aramis erak -
      Quote Originally Posted by lyle.spade View Post
      Overly complicated games are such a downer.
      And yet, Pathfinder, FFG Star Wars, and FFG 40K sold well....
    1. Imaculata's Avatar
      Imaculata -
      Quote Originally Posted by Libramarian View Post
      I wouldn't call it "very niche" when Dark Souls III was the 30th best-selling game of 2016. I wouldn't say all games should be like DS, but I think it will be influential given its critical and commercial success.
      Yeah, the game seems to have tapped a very specific (but apparently large) sub-group of gamers. So yes, perhaps niche is the wrong word. And I agree that it will be very influential (in many ways it already is right now). And to think reviewers totally dismissed Demons Souls when it came out. Funny how that perception can change.

      Quote Originally Posted by Libramarian View Post
      Also I think something like jumping into multiplayer Battlefield 1 is actually more frustrating and unforgiving than Dark Souls, and that's enormously popular as well. I think it's become increasingly obvious that game designers have vastly overestimated the importance of a smooth learning curve. A temporary plateau in the learning curve is a quid pro quo -- it's frustrating, but also more satisfying to overcome. This satisfaction is also enhanced by the network effect of knowing that everybody else is playing on the same difficulty level.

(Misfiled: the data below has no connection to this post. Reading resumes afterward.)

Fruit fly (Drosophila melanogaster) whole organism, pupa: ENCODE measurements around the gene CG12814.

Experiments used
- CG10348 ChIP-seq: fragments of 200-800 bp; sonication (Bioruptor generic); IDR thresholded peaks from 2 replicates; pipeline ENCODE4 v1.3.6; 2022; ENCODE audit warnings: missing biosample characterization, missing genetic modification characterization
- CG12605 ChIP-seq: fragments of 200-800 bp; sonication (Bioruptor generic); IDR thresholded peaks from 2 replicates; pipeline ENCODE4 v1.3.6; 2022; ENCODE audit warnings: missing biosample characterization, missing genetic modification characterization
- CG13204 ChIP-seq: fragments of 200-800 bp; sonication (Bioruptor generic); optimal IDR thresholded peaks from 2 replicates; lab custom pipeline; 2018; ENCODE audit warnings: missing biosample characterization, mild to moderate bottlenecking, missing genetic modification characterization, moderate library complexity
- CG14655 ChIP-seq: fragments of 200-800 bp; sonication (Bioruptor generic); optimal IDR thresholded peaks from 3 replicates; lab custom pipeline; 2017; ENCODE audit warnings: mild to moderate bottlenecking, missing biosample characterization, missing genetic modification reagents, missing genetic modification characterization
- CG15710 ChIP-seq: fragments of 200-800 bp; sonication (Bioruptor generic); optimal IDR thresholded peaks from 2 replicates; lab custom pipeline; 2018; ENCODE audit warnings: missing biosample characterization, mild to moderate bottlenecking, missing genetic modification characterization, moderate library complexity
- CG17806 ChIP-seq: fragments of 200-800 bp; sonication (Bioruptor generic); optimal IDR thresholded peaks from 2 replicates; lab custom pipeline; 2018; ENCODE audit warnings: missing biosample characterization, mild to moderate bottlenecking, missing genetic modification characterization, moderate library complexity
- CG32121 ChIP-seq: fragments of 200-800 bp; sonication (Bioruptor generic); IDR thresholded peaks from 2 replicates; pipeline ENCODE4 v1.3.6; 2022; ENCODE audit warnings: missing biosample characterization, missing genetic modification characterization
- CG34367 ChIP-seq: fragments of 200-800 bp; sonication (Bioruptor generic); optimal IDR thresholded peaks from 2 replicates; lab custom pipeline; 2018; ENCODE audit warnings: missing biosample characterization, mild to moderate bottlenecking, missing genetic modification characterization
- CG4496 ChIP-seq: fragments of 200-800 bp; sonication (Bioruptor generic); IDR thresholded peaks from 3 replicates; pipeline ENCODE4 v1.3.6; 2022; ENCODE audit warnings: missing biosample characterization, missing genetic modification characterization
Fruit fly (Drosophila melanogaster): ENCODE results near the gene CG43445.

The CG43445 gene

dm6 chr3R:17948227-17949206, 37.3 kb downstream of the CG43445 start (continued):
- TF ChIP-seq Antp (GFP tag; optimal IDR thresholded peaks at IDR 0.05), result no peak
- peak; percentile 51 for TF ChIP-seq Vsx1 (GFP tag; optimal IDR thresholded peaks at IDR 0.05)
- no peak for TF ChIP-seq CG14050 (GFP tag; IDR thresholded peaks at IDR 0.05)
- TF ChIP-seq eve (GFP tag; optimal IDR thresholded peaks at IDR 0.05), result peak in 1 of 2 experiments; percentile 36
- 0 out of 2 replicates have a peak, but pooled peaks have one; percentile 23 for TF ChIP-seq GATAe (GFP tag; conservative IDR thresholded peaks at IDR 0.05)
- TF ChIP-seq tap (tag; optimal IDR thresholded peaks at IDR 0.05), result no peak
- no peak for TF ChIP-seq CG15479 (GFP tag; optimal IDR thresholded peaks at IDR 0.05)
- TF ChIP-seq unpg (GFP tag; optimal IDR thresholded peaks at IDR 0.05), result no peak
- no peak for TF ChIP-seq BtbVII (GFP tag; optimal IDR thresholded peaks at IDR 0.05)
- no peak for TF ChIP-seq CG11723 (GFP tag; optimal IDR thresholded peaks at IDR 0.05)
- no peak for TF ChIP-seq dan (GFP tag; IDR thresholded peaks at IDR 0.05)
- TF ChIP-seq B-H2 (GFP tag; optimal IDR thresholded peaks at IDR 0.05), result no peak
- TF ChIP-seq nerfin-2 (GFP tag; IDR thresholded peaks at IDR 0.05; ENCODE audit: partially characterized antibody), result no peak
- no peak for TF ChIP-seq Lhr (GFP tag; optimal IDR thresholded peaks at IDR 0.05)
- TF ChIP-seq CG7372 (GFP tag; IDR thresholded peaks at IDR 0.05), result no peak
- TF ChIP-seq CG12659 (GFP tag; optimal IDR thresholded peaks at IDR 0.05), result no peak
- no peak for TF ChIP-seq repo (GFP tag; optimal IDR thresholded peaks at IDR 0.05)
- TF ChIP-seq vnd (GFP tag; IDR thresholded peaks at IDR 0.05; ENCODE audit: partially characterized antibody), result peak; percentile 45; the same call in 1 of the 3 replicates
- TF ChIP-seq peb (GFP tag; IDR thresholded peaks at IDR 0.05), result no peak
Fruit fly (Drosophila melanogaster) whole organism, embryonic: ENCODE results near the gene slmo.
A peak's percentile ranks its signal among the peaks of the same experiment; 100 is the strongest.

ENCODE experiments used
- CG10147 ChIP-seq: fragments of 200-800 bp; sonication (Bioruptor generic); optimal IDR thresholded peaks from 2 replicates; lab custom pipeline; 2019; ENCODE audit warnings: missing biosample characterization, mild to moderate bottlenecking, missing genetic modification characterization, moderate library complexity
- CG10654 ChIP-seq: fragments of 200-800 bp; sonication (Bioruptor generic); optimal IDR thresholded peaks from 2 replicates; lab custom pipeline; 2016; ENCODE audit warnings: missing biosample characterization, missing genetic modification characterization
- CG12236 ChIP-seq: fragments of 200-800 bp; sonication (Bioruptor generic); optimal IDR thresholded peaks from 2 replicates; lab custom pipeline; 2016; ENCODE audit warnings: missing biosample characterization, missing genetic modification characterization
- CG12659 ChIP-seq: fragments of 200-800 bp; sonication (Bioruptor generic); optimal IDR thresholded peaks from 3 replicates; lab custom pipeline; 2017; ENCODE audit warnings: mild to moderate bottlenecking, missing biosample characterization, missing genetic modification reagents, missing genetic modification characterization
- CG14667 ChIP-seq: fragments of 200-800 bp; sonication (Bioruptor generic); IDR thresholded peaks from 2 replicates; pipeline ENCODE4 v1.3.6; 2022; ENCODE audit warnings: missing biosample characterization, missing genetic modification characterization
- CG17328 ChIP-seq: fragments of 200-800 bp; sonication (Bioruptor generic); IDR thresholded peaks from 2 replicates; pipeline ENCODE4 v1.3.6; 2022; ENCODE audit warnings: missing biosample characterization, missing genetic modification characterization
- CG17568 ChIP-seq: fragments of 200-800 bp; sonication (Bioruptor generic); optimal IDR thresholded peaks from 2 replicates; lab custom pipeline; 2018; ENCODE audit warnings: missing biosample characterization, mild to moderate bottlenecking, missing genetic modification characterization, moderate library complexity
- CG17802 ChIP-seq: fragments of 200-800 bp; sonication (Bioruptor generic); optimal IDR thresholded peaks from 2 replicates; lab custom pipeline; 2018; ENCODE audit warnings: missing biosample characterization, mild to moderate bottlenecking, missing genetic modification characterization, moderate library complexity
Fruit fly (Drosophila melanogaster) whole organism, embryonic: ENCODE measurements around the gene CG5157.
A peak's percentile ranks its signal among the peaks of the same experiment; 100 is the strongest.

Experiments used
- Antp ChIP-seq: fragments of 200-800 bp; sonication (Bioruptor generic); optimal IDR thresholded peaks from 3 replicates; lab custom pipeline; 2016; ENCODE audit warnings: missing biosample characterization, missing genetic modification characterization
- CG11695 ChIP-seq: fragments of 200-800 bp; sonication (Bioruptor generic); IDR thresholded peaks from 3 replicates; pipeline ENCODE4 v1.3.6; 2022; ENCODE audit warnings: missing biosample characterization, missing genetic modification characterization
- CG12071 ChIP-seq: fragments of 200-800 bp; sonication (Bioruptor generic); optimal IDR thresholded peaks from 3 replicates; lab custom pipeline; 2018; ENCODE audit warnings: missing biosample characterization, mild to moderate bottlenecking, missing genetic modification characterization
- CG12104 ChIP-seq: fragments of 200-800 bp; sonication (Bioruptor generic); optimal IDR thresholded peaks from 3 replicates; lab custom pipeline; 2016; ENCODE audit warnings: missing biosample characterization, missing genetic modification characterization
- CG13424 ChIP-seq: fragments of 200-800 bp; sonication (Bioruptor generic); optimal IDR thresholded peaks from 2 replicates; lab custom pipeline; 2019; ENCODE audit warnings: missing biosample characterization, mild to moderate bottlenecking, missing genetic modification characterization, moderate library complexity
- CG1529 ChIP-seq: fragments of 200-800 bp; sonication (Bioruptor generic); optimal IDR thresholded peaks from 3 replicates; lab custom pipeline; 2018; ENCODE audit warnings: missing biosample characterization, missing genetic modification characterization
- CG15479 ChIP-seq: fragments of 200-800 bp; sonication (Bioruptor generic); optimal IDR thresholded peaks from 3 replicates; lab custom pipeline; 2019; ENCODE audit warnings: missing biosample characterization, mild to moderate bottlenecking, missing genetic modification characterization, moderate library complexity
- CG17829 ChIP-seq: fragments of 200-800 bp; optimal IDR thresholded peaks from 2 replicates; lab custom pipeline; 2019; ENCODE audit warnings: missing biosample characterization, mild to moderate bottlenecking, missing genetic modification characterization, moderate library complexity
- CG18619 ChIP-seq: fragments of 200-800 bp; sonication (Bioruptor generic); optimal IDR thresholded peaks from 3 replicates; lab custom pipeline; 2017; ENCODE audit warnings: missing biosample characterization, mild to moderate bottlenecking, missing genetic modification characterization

I think that's a fair point. I think multiplayer games such as Battlefield and Counterstrike can be very discouraging, because if an unexperienced player were to step into it, they would have their butt handed to them by far more experienced players. I think Team Fortress 2 does a far better job at this in that regard. The various classes provide some what of a learning curve. But even that lacks a proper tutorial to tell the player how to really play the classes. I think a lot of game designers (and also gamers) make the mistake of thinking that a smooth learning curve equals the game being too easy, but far from it. Its more akin to providing a poor manual with your game. A game should have a smooth learning curve, regardless of the intended difficulty of the main game. Even the Dark Souls game fail a bit in that regard. Several of them start out pretty hard, and then loosen up later on.